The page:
Understand where your child ended the school year in terms of academic skills.
Check in with their teacher before the end of the year. Ask how your child is doing compared to grade-level standards in literacy and math, and what to focus on next year. Their teacher can also offer some strategies or resources to support them at home over the summer. It’s also a good idea to gather your child’s school records from the year. (This is especially important if your child is changing schools.) For example, make sure you have your child’s report cards, test scores, and IEP documents, if they have one. Having trouble accessing their records? Here are some tips.
Add next year’s school dates to your calendar.
When does school start and end? Dates of breaks and other days off? Next year’s calendar should be available online by now, so take a look. You’ll be better prepared for the fall if you do it now!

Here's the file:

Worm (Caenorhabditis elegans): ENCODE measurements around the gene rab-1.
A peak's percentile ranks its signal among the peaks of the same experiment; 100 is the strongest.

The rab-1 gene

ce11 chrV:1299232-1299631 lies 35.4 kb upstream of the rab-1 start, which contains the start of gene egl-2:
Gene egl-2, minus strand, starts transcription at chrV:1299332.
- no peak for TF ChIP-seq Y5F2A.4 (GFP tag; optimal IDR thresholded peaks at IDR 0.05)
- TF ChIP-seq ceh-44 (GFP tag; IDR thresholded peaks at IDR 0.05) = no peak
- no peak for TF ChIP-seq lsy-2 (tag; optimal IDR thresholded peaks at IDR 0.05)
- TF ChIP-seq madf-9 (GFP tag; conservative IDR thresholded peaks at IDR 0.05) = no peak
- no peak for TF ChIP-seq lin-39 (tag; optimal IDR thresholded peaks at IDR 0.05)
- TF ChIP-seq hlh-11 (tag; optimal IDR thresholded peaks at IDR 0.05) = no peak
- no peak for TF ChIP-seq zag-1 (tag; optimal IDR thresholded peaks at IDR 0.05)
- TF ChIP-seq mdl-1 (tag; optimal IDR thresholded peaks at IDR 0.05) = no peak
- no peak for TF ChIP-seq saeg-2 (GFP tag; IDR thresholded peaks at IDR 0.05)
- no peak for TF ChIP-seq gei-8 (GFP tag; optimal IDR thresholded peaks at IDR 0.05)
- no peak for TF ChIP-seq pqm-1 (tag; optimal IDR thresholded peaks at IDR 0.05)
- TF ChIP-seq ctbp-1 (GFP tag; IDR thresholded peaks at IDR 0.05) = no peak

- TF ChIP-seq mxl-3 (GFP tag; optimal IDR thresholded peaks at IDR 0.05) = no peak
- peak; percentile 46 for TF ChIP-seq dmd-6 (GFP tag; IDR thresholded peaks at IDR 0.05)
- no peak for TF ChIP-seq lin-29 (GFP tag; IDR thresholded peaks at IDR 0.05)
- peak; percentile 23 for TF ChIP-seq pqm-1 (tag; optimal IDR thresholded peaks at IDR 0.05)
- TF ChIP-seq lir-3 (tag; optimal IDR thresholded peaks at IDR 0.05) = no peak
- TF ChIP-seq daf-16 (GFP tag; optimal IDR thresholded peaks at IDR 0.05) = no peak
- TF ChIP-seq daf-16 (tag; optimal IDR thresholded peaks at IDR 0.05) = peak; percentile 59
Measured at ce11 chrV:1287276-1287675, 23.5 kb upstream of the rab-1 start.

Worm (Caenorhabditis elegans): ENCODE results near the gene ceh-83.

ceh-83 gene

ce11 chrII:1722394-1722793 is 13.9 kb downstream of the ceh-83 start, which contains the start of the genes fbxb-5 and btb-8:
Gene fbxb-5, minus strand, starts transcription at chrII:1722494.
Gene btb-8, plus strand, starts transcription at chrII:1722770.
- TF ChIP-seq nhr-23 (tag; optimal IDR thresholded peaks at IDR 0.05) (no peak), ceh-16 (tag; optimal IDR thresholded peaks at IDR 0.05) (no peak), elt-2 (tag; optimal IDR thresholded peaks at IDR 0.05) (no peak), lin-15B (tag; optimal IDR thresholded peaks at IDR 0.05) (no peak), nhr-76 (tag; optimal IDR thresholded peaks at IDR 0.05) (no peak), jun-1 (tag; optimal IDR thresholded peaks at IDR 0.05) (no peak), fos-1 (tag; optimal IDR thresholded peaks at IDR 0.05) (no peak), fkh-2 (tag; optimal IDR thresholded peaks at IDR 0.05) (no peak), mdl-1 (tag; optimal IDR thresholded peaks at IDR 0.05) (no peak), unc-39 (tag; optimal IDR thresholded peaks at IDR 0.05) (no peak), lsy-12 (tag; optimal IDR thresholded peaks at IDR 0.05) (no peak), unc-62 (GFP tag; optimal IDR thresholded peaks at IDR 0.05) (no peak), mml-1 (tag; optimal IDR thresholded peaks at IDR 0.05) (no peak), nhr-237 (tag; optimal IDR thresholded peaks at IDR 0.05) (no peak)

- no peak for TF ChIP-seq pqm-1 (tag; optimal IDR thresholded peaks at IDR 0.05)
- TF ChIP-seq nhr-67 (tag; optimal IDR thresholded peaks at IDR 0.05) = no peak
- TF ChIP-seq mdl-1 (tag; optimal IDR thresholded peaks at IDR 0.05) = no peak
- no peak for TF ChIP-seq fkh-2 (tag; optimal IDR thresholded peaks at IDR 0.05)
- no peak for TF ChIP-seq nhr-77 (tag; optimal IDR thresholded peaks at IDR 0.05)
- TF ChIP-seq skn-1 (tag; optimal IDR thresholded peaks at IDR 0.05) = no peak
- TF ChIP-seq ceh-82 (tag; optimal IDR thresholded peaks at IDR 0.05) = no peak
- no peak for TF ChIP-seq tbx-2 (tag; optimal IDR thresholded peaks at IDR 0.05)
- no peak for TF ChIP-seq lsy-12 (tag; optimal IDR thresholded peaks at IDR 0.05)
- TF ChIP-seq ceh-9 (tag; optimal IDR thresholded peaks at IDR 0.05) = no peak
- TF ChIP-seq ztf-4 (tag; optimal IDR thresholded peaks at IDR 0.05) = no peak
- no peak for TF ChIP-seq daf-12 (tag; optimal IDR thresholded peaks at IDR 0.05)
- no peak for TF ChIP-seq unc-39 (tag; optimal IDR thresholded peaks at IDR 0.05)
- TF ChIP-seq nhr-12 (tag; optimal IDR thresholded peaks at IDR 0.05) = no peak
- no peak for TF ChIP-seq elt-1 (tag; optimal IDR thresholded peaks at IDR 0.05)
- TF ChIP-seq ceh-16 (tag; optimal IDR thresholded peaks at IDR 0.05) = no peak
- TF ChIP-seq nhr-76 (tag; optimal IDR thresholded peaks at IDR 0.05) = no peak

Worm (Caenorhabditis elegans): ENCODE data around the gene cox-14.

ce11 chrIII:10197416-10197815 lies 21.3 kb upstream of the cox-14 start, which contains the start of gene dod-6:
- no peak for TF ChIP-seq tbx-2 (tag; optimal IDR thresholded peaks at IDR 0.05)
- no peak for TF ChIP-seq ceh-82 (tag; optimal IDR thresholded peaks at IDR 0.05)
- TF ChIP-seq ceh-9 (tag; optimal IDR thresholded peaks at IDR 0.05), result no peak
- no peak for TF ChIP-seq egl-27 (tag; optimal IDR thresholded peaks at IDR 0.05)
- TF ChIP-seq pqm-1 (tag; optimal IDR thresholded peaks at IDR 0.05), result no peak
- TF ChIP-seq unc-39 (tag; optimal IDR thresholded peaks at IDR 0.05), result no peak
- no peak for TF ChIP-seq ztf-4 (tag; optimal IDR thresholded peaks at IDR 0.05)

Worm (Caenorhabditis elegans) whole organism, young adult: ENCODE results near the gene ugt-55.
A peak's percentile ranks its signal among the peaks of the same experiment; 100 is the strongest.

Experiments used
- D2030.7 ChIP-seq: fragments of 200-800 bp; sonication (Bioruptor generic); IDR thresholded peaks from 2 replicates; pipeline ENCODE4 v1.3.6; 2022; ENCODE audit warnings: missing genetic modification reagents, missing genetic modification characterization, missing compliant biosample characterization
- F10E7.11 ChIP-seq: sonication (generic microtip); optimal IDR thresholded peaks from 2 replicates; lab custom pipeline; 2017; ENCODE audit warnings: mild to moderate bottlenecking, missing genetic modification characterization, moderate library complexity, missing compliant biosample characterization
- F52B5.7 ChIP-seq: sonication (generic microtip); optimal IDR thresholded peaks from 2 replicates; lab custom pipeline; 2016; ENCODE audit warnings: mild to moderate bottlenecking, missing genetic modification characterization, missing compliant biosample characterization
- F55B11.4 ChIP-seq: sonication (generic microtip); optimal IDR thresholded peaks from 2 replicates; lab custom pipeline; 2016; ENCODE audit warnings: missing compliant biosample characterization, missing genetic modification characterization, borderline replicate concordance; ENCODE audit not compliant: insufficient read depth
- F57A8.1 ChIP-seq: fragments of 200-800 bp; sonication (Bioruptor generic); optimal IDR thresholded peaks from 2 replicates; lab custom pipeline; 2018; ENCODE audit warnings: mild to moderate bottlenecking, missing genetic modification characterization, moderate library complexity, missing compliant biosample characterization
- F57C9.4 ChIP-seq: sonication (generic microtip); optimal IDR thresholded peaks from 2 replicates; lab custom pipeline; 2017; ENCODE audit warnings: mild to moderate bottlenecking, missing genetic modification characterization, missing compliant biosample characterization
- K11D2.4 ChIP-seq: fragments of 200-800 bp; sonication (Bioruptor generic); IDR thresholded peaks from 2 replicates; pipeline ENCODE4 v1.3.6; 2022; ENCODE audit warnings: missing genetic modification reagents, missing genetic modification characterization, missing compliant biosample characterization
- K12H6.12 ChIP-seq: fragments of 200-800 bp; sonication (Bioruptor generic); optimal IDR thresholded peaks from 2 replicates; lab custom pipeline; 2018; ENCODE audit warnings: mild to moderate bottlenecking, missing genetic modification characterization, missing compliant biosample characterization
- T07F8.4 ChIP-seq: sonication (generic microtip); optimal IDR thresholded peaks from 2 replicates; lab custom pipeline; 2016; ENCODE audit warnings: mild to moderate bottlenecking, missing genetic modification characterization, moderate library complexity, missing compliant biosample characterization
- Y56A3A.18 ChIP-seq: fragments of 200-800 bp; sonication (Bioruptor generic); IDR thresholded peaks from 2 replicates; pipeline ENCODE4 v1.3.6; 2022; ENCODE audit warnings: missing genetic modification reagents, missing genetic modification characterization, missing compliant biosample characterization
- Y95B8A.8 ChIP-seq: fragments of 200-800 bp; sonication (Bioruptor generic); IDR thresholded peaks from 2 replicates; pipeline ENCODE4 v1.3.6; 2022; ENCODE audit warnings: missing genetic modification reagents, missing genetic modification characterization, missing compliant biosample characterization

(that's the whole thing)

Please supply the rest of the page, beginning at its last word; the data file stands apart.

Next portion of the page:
Recycle all the old school work (ahem, art) that you don’t need to save.
Of course, save a few favorites—that special painting or the science project they worked so hard on. But if you’ve been stashing away the day-to-day stuff that comes home, it can officially go in the recycling bin. (There, we said it.)
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